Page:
2. The sterilization cycle lasts 30 min at 121 °C. We usually take out the flask 1 h after sterilization (total time for autoclave is 2 h).
  3. We normally cool the flask (500 ml media) at room temperature for 30 min before adding supplements. Alternatively, the flask can be cooled in ethylene-vinyl acetate (EVA) foam ice bucket (4 L) filled with tap water for 10 min. However, it should be noted that both cooling methods require intermittent swirl and checking temperature through the hand touching by an experienced operator. For smaller volumes, it is recommended to shorten the cooling time accordingly.
  4. The plates are kept in a lamina flow hood (air flow is not required but can speed up the drying) to avoid contamination.
  5. The condensed culture can support sufficient worm growth up to 3 days (from L1 to gravid adult). The concentration factor is 40.
  6. We prefer to spread the bacterial lawn in rectangular shape and avoid touching the wall of plate. Keeping worms on the lawn can prevent losing worms (crawling on walls) upon harvest.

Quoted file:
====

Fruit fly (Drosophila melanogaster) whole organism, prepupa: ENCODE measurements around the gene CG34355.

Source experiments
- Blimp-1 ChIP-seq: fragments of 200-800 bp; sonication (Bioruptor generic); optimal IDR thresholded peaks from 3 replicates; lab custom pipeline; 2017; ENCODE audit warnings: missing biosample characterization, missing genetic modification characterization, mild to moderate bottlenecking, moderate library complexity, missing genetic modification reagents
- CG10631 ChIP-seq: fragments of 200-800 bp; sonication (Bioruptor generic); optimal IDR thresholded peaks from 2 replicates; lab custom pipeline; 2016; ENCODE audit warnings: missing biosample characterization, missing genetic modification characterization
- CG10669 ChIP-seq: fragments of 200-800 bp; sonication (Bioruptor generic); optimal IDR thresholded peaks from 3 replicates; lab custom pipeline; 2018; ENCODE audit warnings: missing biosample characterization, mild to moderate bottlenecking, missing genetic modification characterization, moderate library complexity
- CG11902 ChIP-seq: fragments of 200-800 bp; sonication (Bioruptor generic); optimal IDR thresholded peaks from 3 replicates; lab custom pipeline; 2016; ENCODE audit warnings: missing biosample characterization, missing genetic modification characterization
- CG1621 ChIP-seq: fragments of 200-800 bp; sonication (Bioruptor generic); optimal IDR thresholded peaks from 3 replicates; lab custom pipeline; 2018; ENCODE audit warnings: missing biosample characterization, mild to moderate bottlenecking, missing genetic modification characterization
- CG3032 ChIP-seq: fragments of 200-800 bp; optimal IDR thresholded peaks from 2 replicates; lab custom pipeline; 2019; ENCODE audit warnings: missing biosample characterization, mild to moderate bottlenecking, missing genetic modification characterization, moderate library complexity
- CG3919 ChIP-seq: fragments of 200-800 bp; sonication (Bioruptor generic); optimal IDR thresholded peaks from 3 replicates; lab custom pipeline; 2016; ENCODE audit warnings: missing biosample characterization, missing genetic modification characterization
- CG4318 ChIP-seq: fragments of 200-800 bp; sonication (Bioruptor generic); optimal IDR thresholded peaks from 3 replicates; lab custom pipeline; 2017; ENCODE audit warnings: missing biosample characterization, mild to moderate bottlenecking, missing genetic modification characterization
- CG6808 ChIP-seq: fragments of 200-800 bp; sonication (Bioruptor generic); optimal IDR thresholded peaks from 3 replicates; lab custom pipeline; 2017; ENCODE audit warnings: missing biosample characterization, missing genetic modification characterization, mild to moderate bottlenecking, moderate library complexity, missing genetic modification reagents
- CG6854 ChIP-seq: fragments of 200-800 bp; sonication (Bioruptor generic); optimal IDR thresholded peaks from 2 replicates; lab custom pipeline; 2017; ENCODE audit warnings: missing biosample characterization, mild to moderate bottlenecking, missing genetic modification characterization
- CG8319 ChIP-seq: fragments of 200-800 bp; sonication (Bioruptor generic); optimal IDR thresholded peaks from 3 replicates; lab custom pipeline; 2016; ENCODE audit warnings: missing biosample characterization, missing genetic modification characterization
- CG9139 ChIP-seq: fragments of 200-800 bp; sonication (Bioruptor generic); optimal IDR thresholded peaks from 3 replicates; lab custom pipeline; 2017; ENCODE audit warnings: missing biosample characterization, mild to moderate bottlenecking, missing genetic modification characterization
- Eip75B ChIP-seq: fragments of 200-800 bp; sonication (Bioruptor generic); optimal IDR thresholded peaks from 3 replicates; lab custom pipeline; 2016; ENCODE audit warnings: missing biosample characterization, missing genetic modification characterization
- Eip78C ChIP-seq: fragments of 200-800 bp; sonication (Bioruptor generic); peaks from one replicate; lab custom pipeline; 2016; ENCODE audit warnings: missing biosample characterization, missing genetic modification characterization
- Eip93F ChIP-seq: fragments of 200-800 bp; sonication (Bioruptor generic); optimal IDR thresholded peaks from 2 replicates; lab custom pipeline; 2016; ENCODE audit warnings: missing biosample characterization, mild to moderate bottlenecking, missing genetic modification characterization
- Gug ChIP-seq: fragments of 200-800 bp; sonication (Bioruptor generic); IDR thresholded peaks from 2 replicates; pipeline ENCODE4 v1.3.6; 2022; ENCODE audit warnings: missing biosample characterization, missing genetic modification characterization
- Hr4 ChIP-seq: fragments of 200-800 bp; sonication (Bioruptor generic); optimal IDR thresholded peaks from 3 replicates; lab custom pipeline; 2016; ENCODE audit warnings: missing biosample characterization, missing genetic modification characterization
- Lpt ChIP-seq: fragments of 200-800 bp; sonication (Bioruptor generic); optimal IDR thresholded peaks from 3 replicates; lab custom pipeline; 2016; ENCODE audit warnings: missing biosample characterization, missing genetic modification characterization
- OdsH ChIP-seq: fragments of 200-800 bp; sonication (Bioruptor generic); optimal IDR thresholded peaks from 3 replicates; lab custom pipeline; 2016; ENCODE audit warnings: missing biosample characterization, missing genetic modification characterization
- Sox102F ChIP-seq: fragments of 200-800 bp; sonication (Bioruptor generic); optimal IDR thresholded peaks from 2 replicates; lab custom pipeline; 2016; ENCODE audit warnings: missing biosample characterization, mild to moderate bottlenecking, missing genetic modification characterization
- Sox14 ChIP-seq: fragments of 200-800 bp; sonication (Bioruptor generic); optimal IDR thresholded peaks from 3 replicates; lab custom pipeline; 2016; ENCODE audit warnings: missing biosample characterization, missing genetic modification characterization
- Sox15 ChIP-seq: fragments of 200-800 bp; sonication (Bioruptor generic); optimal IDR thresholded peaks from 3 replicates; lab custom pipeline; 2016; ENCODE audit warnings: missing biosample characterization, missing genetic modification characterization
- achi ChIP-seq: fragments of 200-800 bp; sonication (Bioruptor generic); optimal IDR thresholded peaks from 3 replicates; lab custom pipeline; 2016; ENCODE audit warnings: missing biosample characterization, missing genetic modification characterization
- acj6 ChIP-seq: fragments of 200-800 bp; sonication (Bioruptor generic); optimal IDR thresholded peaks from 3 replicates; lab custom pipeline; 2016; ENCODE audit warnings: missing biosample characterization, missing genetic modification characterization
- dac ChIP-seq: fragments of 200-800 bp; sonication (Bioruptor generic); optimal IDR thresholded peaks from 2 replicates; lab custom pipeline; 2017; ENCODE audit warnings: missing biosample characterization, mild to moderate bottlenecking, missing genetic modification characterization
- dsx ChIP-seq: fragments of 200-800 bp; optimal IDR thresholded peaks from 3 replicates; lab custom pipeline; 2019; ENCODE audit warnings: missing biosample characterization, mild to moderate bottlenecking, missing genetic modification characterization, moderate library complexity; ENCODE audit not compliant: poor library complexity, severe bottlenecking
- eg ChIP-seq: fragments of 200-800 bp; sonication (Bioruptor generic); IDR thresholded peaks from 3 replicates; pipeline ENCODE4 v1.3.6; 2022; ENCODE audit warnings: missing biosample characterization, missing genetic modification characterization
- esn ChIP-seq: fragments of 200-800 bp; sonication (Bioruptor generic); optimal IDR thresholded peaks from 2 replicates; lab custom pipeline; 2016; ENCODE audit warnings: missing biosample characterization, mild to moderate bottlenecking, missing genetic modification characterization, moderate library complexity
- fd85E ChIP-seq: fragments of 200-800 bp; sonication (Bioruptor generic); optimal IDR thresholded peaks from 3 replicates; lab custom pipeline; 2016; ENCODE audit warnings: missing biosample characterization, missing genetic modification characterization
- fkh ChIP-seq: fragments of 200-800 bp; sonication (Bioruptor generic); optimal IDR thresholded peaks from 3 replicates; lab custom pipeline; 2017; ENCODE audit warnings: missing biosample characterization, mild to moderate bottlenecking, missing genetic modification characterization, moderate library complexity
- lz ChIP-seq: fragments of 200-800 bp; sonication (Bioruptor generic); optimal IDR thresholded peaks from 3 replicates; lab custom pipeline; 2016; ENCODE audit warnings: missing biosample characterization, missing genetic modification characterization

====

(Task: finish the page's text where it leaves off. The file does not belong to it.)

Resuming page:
7. The bacteria-seeded plates are kept in a lamina flow hood to avoid contamination. If the plates are still wet after overnight incubation, plates can be dried with extended time. Alternatively, turn on air flow to accelerate the drying of bacterial lawn in the lamina flow hood.
  8. It is recommended to perform chunking by using plates without contaminated bacteria or mold to avoid cross contamination. Alternatively, after chunking, allow the worms to crawl for a few hours and transfer them again to new plates by picking.
  9. A Petri dish (90 mm diameter) with as many gravid adults as possible yields high level of egg production.